In 2012, the network aired the first season of Scandal on TV2 and released a box set that was available to online viewers that didn’t want to wait for the episodes to hit their television screens.

According to TVNZ corporate affairs manager Megan Richards, the estimated average audience per episode was 178,000, of which 11 percent viewed the show online, resulting in a total of 141,439 streams (about 20,200 per episode) during the series.

Richards says that the on-demand viewing trends provide a glimpse at some of the preferences of the online audience. 

“The peak online viewing of Scandal was in the evenings which is commonplace for the majority of on-demand content. (8 to 10pm, generally). As with most shows, the episodes are most watched immediately after they’re available in on-demand. There were double the amounts of streams for the premiere in comparison to the catch up screening.”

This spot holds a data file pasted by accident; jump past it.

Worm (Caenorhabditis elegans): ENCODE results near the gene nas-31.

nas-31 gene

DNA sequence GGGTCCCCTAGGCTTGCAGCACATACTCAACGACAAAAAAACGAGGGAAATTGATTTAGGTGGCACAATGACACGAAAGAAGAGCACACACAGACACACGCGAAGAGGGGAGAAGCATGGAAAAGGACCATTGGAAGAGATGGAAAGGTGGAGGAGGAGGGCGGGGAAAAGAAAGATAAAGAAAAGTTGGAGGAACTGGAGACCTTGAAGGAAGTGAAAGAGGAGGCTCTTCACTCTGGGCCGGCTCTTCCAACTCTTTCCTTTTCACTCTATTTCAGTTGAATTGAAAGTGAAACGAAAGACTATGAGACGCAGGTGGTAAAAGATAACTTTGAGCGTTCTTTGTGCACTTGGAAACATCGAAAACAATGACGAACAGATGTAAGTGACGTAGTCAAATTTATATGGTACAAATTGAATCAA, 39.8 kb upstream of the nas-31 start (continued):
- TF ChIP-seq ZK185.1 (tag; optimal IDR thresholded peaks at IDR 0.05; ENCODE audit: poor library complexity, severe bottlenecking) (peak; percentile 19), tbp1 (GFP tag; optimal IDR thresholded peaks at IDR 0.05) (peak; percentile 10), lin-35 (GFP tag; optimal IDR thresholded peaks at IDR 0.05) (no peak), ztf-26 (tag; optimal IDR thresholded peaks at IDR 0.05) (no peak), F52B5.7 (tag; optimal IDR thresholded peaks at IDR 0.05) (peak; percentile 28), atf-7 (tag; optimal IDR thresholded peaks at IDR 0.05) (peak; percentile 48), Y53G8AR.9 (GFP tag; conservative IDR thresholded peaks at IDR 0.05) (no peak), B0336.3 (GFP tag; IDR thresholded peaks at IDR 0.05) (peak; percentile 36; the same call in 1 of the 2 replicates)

In contrast, McKenna says that on-demand viewership statistics for MediaWorks were slightly more erratic and seemingly depended on individual schedules.

“The interesting thing is that viewing patterns were scattered across every single day of the week the week, tailored to the individual’s preference,” she says. “There was a slight concentration to Mondays, after the Sunday night free-to-air scheduled broadcast on TV3, but certainly not a strong skew.”

In contrast to Netflix and other (legal) streaming services, neither MediaWorks nor TVNZ charge for their on-demand services. Both broadcasters have instead opted to use an advertising-supported model that’s funded through pre-rolls, mid-rolls and sponsorship agreements.

“[MediaWorks] has had continued support from Stella Artois, who sponsored both box sets on 3NOW,” says McKenna. “They received sponsorships association, billboard, mid-rolls, and display on the fan zone as well as inclusion in a variety of display campaigns to promote the Box set opportunity to the public. Other clients can book advertising on pre-rolls and mid-rolls.”